What does the fn key on a Mac do?

fn key on a Mac
Having fn? Find out what that mysterious key does

If you look in the bottom-left corner of your Mac keyboard, you’ll see a button marked ‘fn’ with a globe symbol on it. You’ve probably never pressed it. Want to find out what the fn key on a Mac does? Let’s find out.

The fn key’s function

That heading is a bit of a clue, because ‘fn’ actually stands for ‘function’.

The top row of keys on a standard keyboard used to be the function keys: F1, F2 etc. However, on modern Macs, the primary role of the function keys is shortcuts for things such as turning up screen brightness, volume controls and so on.

However, you’ll still find the odd bit of software that wants you to press, say, F5 to access a certain function. If you find yourself in that position, you can press fn and the key marked F5 simultaneously to register an ‘F5’ button press.

Press Globe key for emoji

There’s another feature of that fn/globe key that many users overlook. That’s where you’ll find the emoji hiding!

If you’re composing a tweet, an email or even a blog post, you can press the globe/fn key to access the emoji menu.

From here, you can search for the emoji that you want to use, which is much easier than wading through hundreds of different symbols to find the lightbulb 💡 for example.

Can I change what the fn/globe key does?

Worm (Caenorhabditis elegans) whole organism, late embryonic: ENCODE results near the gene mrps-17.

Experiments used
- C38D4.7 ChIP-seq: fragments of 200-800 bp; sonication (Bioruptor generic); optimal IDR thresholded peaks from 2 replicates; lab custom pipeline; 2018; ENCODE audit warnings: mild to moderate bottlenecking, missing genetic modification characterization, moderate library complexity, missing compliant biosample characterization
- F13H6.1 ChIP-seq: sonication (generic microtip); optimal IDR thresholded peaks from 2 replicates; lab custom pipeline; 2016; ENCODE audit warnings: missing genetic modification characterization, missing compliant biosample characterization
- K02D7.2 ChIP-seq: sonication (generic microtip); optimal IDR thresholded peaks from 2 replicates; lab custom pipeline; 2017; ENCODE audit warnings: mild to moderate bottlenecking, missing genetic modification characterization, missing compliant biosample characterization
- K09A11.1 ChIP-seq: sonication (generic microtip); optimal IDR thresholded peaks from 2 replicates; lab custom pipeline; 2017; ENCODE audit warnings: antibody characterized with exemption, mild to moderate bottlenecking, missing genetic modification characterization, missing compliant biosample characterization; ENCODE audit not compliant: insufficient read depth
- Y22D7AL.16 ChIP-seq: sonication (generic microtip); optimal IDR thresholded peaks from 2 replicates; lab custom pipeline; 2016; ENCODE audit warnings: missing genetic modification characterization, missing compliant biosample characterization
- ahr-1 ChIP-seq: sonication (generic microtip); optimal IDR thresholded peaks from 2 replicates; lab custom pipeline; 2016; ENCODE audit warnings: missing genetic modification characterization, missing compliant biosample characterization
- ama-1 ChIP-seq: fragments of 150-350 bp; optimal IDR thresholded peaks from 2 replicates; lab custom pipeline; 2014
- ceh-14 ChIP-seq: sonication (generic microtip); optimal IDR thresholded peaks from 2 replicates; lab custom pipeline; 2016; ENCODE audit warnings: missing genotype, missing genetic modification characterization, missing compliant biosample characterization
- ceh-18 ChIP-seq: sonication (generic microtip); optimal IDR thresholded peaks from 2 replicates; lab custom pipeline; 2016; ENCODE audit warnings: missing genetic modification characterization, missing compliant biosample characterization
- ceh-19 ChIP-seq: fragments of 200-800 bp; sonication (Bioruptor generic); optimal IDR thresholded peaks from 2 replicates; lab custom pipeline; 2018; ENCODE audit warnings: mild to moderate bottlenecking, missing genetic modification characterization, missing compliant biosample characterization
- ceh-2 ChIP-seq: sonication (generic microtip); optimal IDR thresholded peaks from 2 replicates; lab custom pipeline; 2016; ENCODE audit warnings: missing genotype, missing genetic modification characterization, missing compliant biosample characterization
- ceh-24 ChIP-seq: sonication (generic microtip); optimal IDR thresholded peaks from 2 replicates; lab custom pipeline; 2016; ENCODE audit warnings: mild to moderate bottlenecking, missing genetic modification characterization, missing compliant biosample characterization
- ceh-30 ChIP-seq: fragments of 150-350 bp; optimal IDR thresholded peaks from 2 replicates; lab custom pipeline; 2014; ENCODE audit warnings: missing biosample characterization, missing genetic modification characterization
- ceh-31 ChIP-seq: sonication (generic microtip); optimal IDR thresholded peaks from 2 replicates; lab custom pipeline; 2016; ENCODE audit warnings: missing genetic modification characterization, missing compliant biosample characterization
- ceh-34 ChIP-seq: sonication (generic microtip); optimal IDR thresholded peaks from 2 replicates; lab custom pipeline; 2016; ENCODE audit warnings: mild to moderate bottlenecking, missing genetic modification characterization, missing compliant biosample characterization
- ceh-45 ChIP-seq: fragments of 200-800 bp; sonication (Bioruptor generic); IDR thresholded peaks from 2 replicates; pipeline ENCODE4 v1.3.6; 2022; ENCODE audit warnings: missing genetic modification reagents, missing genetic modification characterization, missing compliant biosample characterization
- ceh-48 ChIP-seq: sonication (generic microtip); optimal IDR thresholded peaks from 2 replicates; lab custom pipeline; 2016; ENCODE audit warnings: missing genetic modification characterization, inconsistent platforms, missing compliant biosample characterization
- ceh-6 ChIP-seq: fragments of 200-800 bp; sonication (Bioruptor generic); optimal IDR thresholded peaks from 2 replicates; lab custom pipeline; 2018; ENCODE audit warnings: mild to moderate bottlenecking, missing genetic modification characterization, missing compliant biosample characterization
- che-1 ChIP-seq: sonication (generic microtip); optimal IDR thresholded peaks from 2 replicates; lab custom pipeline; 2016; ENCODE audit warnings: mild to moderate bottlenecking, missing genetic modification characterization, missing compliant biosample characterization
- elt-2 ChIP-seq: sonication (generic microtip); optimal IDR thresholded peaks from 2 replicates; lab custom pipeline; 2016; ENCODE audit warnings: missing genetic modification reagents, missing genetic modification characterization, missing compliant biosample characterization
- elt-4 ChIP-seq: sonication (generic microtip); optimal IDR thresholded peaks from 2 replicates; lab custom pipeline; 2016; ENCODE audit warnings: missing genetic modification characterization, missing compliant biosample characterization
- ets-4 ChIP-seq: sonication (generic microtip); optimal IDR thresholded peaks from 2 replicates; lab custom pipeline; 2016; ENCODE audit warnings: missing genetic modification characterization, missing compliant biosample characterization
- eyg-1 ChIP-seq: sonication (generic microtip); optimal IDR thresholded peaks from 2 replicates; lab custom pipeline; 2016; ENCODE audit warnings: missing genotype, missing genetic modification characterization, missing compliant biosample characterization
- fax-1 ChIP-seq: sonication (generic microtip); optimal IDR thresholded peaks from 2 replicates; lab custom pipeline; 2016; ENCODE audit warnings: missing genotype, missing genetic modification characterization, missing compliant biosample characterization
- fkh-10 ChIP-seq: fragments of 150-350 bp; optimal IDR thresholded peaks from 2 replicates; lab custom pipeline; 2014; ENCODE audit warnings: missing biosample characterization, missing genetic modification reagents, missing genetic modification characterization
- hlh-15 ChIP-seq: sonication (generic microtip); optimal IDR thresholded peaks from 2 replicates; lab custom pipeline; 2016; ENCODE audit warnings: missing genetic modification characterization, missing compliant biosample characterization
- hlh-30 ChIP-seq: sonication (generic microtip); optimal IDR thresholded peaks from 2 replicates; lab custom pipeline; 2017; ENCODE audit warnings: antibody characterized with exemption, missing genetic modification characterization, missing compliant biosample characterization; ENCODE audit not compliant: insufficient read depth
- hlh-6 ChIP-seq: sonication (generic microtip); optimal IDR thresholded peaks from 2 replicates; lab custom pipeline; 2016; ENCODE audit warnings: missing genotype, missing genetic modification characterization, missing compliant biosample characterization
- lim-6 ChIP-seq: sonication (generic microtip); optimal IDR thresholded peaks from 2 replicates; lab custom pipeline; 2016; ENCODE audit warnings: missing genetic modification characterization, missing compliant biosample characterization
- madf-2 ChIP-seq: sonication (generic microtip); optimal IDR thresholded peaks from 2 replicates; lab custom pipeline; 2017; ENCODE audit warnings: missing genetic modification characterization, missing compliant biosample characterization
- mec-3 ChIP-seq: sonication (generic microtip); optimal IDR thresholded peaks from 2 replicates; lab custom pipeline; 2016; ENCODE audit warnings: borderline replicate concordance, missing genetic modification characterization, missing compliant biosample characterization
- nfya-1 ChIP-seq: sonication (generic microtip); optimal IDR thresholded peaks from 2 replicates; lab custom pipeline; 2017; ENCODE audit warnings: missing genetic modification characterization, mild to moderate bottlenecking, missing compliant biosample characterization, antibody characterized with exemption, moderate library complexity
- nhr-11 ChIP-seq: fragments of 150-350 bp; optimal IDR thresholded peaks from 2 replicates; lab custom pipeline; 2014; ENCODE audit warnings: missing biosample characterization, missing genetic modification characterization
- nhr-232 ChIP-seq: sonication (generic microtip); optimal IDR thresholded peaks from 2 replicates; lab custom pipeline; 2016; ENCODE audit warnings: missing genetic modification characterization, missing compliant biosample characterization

If you never use emoji, macOS gives you limited options to change what that key does.

In the top-left corner of the screen, click the Apple logo and then System Preferences, then select Keyboard. On that screen, you should see the option to reassign the globe key (it may be called ‘fn’ on older Macs).

The options here are to change input source (basically moving between different keyboard languages, which isn’t that useful), start dictation (if your Mac has a built-in mic) or simply have the key do nothing, to stop the emoji menu appearing with accidental key presses.

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About the author

Barry Collins

Barry has scribbled about tech for almost 20 years for The Sunday Times, PC Pro, WebUser, Which? and many others. He was once Deputy Editor of Mail Online and remains in therapy to this day. Email Barry at

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